What Is The Presbyterian Church Of Ghana?
The year 1828 will forever remain significant in the life of our church because this was the year of arrival of the very first missionaries from Basel. 
The Presbyterian Church of Ghana[PCG] as part of the Reformed Church adheres to a distinctively, Reformed worship…
Describing itself “as part of the Reformed Church…” points to the fact that PCG is “A Reformed Church”. The hard question however PCG will have to answer, is, if it is still a Reformed Church.
At a certain period in my life, I became convinced of Reformed Theology and was looking for a Reformed Church in Ghana to attend. From what I had learnt and read, PCG was my first choice church to switch to. So I moved from a Charismatic church to join PCG since it described itself as a Reformed Church. I went in with all zeal and passion to becoming a member of a Reformed Church. It wasn’t too long when after attending a few services, my passion and zeal were deflated. Was I really in a Reformed Church? Everything I was walking away from in the charismatic world was staring me in the face. Now attending PCG with my whole family, what am I going to tell my wife? that I was wrong to have moved the family to PCG? It wasn’t an easy discussion. But thanks to God’s providence, we found a Reformed Baptist church which we are currently attending. I am yet to make a decision between whether to be a Presbyterian or Baptist. But at least, finding a Reformed church to worship with is heart warming.
I believe discerning members of PCG should be able to tell their denomination has gone through a plethora of changes. There are a number of beliefs currently practiced in PCG which in my short stint with the church, I believe is in contrast with what a Reformed Church should believe.
I tease my Presbyterian friends in Ghana that they have become more charismatic than the Charismatics themselves. They speak in tongues. They hold prophetic meetings. They hold anointing services. They hold all-night meetings. On their bill for this month is a “3 Day Healing Crusade themed When The Holy Spirit Moves”. The speaker, is a Charismatic/Word Of Faith preacher, Dr. Lawrence Tetteh”. Recently I watched a video of the immediate past moderator Professor Martey titled “Healing with Professor Emmanuel Martey“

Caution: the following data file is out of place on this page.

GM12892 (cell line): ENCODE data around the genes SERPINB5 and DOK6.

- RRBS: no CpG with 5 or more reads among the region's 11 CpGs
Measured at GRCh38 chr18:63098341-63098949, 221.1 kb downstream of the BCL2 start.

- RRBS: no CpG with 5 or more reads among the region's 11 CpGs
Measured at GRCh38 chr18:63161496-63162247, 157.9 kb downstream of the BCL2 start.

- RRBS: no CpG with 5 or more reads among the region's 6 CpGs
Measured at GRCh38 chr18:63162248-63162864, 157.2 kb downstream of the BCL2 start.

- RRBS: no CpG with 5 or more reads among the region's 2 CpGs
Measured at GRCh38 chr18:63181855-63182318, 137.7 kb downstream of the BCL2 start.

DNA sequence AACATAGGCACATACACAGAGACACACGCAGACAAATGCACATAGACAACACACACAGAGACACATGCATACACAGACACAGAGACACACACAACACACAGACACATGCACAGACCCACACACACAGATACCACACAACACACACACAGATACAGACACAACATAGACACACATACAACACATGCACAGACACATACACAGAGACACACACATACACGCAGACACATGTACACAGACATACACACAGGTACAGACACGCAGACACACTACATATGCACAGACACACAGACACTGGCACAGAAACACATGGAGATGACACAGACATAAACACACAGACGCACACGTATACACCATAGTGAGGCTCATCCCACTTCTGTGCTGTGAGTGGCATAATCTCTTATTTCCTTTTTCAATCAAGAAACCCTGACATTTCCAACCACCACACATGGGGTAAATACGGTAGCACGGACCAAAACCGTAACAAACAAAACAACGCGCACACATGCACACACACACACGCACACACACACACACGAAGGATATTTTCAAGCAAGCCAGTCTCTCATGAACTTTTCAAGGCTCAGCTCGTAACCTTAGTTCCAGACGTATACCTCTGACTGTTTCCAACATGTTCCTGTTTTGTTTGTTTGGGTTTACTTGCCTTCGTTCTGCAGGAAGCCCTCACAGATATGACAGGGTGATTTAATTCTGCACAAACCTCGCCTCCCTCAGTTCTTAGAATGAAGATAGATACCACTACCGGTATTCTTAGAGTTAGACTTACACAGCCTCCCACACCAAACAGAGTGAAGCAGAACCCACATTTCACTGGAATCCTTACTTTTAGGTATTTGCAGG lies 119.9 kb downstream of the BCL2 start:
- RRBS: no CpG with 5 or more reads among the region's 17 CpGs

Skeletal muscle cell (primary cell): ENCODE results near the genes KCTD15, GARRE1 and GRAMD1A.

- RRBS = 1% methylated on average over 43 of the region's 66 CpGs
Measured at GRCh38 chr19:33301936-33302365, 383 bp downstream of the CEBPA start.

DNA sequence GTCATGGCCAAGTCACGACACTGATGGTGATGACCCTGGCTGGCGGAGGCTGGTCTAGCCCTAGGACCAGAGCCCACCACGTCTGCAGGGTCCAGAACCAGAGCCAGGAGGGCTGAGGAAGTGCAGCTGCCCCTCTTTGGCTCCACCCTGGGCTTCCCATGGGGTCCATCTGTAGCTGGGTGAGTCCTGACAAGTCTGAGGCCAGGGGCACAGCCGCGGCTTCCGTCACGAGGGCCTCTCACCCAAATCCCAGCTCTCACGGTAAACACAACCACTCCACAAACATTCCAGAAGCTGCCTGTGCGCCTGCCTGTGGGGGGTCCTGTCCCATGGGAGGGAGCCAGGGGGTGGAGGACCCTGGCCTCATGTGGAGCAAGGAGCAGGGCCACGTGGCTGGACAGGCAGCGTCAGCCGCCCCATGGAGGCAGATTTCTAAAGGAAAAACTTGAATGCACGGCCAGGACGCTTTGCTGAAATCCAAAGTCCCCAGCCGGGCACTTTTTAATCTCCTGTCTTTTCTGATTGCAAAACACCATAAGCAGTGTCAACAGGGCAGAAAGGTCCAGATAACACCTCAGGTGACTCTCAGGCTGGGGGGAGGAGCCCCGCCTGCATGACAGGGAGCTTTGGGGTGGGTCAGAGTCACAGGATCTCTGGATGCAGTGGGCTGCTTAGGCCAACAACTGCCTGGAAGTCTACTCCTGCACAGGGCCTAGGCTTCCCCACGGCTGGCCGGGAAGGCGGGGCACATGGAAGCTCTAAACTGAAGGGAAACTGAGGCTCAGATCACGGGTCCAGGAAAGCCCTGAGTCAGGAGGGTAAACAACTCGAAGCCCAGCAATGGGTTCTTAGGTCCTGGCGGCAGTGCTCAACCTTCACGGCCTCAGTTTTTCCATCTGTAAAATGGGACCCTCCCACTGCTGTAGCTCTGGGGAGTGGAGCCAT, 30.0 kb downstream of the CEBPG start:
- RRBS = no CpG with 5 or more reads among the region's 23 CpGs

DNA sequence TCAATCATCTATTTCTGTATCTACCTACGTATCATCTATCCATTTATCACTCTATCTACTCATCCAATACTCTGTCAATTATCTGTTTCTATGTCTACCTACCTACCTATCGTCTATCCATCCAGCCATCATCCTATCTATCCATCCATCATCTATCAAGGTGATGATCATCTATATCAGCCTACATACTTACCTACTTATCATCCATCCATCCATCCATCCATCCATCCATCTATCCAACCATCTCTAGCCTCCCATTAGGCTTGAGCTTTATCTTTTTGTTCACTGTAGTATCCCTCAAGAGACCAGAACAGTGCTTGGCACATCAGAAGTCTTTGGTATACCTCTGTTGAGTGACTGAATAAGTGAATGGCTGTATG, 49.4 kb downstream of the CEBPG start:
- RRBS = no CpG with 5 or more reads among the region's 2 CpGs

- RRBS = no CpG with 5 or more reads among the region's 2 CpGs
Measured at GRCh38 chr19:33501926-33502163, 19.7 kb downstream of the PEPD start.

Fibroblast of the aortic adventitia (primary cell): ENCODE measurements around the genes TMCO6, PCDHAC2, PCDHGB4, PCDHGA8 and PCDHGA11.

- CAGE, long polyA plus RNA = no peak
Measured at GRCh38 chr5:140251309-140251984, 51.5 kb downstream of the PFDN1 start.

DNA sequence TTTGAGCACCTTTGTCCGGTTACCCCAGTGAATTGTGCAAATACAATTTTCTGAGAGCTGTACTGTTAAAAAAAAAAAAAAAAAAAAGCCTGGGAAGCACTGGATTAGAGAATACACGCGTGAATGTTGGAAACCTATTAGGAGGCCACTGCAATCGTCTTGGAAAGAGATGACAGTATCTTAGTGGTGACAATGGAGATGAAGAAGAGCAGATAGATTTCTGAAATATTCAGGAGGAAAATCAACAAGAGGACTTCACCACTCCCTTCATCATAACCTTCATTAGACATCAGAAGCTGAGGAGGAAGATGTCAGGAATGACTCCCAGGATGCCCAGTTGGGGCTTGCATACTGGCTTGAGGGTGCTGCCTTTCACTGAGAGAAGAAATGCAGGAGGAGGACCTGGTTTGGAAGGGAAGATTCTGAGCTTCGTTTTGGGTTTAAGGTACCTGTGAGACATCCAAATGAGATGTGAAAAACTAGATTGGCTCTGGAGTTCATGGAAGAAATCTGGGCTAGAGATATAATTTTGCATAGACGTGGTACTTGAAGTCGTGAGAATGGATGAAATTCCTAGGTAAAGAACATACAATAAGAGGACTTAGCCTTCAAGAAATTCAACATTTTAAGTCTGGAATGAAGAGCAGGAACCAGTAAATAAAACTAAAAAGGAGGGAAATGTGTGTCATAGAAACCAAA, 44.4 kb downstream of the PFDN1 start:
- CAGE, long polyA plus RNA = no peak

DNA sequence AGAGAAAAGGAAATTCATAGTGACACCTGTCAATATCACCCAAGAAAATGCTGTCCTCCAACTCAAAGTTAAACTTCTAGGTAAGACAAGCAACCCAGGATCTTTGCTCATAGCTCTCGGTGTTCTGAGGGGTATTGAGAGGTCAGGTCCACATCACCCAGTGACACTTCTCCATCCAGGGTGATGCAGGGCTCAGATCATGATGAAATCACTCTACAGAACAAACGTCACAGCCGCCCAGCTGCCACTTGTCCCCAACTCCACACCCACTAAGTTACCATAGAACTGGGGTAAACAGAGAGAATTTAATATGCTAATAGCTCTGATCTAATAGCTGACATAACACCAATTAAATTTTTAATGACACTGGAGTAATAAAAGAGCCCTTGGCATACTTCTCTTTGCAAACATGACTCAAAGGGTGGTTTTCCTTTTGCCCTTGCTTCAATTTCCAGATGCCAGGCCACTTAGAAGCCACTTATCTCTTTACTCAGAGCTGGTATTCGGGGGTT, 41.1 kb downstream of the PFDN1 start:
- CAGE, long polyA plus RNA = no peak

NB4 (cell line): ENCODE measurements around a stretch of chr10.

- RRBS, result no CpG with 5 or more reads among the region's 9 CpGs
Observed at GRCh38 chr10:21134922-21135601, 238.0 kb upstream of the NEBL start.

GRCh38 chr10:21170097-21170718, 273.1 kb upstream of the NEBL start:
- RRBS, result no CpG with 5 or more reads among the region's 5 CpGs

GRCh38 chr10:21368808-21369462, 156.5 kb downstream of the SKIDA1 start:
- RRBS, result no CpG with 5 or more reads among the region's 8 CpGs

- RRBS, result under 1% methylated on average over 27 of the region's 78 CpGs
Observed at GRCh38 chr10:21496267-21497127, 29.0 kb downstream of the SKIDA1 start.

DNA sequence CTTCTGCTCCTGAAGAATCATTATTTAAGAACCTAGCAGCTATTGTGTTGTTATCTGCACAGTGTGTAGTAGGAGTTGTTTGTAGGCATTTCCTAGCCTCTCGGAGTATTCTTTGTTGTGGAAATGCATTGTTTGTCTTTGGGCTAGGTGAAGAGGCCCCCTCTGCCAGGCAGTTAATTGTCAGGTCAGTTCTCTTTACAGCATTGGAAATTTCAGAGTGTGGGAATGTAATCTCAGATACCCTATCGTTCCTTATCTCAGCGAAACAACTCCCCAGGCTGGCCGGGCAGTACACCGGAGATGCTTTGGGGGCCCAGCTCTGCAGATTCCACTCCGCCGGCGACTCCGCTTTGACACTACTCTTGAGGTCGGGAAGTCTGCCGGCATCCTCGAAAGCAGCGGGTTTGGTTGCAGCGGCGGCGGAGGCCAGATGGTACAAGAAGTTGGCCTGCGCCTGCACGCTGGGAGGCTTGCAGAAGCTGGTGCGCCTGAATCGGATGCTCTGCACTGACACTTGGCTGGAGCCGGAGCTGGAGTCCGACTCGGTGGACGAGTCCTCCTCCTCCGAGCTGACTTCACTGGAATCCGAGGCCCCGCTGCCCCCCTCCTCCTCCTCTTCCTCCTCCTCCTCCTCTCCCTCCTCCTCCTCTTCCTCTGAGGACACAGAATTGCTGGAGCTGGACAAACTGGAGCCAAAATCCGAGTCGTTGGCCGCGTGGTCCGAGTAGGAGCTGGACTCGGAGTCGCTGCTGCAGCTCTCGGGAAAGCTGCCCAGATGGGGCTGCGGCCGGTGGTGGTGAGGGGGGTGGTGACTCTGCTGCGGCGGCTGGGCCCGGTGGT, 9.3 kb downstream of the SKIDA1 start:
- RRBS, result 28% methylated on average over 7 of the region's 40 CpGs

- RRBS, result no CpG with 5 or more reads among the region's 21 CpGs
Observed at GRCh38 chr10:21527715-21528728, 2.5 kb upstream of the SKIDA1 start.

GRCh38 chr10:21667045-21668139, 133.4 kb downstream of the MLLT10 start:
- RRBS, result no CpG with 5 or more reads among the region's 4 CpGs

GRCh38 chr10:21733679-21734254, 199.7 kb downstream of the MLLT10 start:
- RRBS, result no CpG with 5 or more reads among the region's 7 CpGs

Is this Presbyterianism? To answer, these words from Presbyterian Church Of Ghana Worship Book Normal will be helpful: “In doing this work [reviewing the 1965 liturgy], it was borne in mind that by unanimously accepting the motion to have the liturgy reviewed in 1993, the Church had a two-fold concern. The first was the spiritual needs of Christians. Added to this was the need to enhance the the spiritual edification of worshippers. What you read is good and commendable. But then the bombshell follows immediately: “To these considerations can be added the influence of cross-fertilization between the different Christian traditions of our time“. 
This is the reason Presbyterian Church of Ghana is what it is today. Its doctrinal purity has given way to the influence of different Christian traditions of our time. It appears PCG is looking over its shoulders, stretching its neck into other doctrinal beliefs and allowing those beliefs to influence what they do. I have heard the excuse PCG was losing its youths to the charismatic churches hence needed to introduce things that will appeal to the youth to stay. Again, this excuse can be implied from these words: “An attempt has been made to provide variety and freshness in services“. 
Maybe PCG ought to be reminded it says it “adheres to a distinctively, Reformed worship”. To be distinctive in worship I believe is to be clearly different from others in their worship. Unfortunately, that’s not the case. PCG is engaged in cross-fertilization with other Christian traditions. I am no prophet of doom. But I fear for The Presbyterian Church of Ghana and where it is heading. It is throwing away its rich Reformed heritage for “crumbs of bread”.
I pray PCG experiences a Reformation and finds its roots backs to the 16th Century Reformation from which the church takes its heritage. To all Presbyterians in Ghana who might read this, I pray you begin asking questions of your leadership and of what you believe as Presbyterians. I will conclude with a quote from the worship book: “we wish to remind ourselves that our services [worship] must be “according to Scripture”, and consequently, simple, spiritual and reverent.
Would PCG indeed remind themselves of what they have said in their worship book? I pray they do.
2: Presbyterian Church Of Ghana Worship Book, Normal (Accra, Waterville Publishing House, 2010) P vi
3: ibid; P. xvi
4: ibid; xvi
5: ibid; xvii
6: ibid; pg 3